Absolut Design Works

Once my sketching phase is done I go to the next phase of selecting logo concept. I judge my sketches from the previous phase. Logo design is not about what one likes or dislikes. It’s about what works. Personal preferences of colors, shapes, or styles do not prevail. Therefore I judge each of my early design concepts by the following criteria:

Is the logo concept appropriate?

By appropriate I mean that the logo concept is relevant to the client and its industry. For example: if the client’s industry is sport’s news (Probasket project), the logo may need to be bold and dynamic. If the client is in the culinary industry (FoodieCard project), the logo may need to be tasty and delicious.

I say appropriate, but not necessary expressive. Sometimes I have an opportunity to create a logo that conveys literal ideas about the entity represented (such as Probasket). But more often than not, a logo concept cannot express a great deal in detail. I often refer to a successful logo as a vessel that can hold the associations relevant to the company. Rather than actually illustrating them. This is because the next criterion: a logo concept has to be simple.

Is the concept simple?

By simple I mean that a logo design has to be focused in concept. It has a single “story” – and, in most cases, must be uncomplicated in form. So it can work effectively and flexibly in a wide range of sizes and media. It looks good in small size on a business card. Also in different physical materials such as those used for signage. And in pixels in the digital realm – even as a website browser icon. But the simplicity of the logo is only valuable as long as third criterion is met. A logo concept must be memorable.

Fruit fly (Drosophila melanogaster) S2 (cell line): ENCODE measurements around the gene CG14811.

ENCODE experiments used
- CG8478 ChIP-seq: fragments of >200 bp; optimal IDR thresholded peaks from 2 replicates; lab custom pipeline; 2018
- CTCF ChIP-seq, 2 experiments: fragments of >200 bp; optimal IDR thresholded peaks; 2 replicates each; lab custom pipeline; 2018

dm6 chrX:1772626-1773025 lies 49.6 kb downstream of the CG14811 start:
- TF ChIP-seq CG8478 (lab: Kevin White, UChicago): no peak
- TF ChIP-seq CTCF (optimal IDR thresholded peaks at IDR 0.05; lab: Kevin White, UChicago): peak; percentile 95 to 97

Is it memorable?

By memorable I mean that while the form must be simple, it must also be distinctive – unusual enough to be remembered. Of course, the simpler the form is, the less special it tends to become. And so it is often a marriage between simple and distinctive. In other words, how memorable can the design be while remaining simple? How distinctive can I make the mark while keeping it focused? You can tell that the right balance has been achieved, after a brief time of looking at a logo, you can easily draw it from memory.

Selecting logo concepts.

Adherence to this criteria can produce marks that have potential to endure: they are relevant to the client and can be used flexibly and consistently, so they don’t need to be changed in the foreseeable future. They can be simple enough to read in an instant and memorable enough to persist in one’s mind. Based on these three criteria, therefore, I select the most promising design alternatives – almost always more than one, because there is rarely a single right answer.